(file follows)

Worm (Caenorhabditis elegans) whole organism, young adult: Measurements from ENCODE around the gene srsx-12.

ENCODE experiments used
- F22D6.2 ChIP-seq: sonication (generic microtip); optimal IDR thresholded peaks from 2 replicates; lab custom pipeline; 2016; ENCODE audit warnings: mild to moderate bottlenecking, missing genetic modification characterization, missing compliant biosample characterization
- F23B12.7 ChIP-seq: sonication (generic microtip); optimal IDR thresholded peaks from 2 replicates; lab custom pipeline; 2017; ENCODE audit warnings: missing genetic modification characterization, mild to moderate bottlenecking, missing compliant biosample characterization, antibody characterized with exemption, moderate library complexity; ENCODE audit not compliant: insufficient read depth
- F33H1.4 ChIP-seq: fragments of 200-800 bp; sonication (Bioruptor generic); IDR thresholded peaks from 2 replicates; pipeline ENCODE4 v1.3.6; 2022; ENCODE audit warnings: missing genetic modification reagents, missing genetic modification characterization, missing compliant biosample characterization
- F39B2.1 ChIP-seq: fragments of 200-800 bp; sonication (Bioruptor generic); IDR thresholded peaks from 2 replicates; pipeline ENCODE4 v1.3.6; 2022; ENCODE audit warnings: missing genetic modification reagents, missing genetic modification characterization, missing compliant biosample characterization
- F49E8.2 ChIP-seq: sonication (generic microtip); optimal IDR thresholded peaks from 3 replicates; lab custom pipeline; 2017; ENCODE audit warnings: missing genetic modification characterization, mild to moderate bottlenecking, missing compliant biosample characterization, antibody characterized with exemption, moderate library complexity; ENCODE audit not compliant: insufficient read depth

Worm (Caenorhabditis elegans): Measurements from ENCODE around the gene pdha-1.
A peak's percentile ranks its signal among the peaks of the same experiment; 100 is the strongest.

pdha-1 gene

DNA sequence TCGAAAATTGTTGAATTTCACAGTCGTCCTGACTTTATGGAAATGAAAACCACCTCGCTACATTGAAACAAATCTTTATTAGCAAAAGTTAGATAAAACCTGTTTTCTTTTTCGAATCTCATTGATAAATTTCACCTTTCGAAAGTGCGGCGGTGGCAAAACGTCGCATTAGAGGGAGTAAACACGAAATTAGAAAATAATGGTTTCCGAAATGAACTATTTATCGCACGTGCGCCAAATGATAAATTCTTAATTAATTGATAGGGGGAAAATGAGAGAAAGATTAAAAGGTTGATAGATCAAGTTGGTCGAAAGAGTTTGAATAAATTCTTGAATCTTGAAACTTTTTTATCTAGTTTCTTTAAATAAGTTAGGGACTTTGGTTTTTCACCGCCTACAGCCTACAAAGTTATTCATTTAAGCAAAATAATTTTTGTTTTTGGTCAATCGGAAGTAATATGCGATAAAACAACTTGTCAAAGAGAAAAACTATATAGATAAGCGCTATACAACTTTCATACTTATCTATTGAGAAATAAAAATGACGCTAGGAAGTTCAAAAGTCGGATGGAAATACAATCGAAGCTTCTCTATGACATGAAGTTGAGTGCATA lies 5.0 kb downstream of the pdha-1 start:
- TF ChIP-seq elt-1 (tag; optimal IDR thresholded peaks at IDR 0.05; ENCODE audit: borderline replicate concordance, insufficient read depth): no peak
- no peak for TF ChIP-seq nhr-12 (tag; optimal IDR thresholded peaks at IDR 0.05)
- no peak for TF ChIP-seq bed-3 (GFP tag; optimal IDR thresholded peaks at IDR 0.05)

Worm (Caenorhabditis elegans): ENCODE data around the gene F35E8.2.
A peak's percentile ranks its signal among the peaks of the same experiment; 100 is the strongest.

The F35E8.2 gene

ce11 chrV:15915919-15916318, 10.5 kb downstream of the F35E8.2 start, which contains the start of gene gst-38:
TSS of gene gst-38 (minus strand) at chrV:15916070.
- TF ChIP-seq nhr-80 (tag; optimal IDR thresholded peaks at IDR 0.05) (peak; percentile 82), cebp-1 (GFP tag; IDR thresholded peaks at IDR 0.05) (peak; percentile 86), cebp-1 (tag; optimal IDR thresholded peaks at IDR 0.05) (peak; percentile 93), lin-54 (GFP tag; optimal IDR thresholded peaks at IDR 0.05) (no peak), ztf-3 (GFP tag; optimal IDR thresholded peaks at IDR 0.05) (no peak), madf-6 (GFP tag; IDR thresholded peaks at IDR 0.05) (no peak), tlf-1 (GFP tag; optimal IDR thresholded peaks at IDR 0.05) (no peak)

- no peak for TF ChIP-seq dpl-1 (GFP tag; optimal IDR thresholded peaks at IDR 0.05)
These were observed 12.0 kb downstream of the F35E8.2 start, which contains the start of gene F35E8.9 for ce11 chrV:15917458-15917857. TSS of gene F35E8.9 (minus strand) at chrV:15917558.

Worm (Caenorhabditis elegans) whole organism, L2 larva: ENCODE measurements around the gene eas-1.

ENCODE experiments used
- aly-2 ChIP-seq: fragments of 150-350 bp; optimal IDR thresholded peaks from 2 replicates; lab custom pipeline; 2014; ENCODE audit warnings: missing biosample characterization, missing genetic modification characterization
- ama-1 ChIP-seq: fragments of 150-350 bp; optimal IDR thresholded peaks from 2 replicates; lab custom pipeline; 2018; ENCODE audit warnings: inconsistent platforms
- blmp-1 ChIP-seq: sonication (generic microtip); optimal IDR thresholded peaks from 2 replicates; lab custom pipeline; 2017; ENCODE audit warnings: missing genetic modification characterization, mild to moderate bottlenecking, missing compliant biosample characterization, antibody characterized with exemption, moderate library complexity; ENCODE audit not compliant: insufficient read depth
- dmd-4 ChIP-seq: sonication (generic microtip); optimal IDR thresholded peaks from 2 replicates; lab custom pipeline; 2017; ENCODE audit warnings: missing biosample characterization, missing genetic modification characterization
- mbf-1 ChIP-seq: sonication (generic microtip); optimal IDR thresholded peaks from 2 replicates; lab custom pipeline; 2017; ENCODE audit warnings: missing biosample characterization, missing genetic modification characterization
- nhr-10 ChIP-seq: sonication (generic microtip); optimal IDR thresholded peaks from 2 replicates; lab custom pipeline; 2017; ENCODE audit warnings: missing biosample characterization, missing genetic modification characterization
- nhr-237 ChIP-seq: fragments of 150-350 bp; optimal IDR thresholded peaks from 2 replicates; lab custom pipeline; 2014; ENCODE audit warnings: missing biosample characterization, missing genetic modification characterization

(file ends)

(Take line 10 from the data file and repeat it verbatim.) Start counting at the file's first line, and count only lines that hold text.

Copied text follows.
pdha-1 gene